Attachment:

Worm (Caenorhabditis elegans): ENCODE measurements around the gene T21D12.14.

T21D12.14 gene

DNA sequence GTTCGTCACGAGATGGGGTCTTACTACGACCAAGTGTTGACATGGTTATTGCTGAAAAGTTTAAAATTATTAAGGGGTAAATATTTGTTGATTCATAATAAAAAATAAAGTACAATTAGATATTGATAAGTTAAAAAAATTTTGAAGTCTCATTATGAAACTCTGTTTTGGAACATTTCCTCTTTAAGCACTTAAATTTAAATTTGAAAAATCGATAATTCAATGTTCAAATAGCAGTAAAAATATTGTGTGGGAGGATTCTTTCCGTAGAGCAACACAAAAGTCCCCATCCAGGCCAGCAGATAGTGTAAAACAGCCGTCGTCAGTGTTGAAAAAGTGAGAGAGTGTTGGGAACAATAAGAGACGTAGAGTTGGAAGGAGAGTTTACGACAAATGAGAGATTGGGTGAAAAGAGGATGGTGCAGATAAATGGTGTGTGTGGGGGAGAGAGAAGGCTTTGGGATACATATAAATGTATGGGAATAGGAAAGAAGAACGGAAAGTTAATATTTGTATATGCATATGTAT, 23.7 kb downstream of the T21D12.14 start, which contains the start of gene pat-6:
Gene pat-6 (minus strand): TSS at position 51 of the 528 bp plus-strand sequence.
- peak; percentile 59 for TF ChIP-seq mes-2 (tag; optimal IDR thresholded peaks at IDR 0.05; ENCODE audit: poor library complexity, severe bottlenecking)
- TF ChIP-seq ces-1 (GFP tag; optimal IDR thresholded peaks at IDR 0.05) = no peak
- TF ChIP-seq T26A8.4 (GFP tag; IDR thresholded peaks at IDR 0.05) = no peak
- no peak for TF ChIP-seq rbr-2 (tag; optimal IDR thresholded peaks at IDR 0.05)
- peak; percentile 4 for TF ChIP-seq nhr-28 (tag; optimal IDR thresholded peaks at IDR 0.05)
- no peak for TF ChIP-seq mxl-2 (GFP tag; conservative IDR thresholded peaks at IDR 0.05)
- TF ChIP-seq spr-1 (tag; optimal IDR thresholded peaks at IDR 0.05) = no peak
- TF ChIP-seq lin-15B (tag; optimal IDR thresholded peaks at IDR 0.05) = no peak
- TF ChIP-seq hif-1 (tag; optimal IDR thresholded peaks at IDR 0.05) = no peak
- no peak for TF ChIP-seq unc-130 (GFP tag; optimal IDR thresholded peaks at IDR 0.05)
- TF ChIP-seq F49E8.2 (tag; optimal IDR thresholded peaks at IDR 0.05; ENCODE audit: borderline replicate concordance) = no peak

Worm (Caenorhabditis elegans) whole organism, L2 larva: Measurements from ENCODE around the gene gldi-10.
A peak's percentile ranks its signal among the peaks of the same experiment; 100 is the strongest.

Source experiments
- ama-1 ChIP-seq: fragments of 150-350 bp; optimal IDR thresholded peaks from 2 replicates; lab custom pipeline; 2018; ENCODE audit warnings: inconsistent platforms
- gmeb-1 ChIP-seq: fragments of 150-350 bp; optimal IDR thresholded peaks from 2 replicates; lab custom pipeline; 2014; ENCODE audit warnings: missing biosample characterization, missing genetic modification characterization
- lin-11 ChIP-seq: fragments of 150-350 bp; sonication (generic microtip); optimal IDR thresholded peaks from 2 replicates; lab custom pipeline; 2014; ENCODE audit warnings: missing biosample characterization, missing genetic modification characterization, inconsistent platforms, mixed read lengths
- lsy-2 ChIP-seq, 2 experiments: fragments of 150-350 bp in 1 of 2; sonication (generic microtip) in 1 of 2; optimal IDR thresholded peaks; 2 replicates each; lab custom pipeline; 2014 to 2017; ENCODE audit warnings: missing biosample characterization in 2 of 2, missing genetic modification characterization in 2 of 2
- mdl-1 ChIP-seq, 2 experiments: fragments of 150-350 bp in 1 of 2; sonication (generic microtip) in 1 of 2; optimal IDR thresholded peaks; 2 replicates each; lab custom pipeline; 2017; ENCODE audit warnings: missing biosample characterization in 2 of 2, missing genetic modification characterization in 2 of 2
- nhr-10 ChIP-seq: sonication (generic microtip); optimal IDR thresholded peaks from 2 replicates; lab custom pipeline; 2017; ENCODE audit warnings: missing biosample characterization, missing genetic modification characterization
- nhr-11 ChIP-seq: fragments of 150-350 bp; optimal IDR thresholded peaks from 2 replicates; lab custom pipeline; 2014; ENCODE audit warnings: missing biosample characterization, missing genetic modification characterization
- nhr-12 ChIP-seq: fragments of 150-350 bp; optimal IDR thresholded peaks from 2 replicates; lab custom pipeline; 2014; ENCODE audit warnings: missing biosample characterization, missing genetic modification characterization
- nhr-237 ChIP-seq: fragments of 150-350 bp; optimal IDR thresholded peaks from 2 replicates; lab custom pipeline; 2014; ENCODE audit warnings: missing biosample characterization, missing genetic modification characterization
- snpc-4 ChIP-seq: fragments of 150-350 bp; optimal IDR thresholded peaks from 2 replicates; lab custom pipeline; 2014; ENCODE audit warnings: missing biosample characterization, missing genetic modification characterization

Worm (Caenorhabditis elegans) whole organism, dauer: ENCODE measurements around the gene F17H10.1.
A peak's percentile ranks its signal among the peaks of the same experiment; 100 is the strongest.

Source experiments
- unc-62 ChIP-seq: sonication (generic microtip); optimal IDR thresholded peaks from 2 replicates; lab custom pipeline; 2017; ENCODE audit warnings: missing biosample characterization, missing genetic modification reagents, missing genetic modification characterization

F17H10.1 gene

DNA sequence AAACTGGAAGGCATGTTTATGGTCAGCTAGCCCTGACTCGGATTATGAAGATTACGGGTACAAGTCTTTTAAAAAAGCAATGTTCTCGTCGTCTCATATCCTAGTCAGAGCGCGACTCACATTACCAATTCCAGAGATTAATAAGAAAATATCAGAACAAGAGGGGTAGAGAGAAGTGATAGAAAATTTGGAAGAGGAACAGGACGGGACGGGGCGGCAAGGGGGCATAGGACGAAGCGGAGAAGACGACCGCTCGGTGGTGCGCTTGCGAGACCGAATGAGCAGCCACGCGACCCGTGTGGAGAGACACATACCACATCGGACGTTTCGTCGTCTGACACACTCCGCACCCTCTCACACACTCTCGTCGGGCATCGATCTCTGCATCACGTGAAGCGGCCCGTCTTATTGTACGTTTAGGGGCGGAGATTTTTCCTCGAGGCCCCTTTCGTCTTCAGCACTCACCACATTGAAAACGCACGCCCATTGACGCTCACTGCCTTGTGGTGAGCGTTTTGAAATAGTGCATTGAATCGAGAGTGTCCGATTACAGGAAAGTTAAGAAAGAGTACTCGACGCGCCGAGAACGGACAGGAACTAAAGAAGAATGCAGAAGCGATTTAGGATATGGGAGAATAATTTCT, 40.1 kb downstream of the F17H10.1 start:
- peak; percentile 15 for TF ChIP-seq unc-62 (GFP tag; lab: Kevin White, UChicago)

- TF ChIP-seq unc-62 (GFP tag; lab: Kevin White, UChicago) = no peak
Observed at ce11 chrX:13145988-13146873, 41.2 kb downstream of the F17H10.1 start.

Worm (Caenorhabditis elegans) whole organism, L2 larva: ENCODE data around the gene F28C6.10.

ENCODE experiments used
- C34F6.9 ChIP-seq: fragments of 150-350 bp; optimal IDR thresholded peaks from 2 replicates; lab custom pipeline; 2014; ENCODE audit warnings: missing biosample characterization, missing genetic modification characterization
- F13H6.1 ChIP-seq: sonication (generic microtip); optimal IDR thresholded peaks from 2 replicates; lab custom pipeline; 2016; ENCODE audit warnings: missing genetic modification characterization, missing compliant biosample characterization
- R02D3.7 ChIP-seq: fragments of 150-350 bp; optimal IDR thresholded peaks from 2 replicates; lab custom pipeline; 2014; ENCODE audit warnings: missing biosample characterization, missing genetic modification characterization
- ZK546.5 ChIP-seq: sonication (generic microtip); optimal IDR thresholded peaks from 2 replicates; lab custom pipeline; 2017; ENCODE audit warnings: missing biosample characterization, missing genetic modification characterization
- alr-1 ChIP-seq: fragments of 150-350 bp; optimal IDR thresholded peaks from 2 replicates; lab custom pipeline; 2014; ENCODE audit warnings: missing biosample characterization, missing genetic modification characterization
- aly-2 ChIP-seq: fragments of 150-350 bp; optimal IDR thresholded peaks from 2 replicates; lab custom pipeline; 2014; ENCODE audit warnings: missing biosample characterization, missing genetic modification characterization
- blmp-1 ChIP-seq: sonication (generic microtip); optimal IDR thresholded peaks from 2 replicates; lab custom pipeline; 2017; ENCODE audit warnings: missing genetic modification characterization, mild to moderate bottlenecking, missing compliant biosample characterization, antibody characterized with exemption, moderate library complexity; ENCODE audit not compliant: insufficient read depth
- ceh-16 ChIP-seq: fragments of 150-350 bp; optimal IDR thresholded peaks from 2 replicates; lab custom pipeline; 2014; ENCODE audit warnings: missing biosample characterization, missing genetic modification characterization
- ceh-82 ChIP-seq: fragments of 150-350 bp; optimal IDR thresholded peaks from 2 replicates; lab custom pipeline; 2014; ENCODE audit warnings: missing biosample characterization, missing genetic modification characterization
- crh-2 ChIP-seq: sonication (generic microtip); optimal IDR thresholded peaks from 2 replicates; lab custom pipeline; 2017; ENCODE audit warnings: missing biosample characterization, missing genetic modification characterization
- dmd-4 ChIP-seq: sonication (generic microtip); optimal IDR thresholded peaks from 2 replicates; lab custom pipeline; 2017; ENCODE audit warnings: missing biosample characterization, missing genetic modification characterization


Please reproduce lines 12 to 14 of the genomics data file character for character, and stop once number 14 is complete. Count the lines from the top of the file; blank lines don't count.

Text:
- TF ChIP-seq lin-15B (tag; optimal IDR thresholded peaks at IDR 0.05) = no peak
- TF ChIP-seq hif-1 (tag; optimal IDR thresholded peaks at IDR 0.05) = no peak
- no peak for TF ChIP-seq unc-130 (GFP tag; optimal IDR thresholded peaks at IDR 0.05)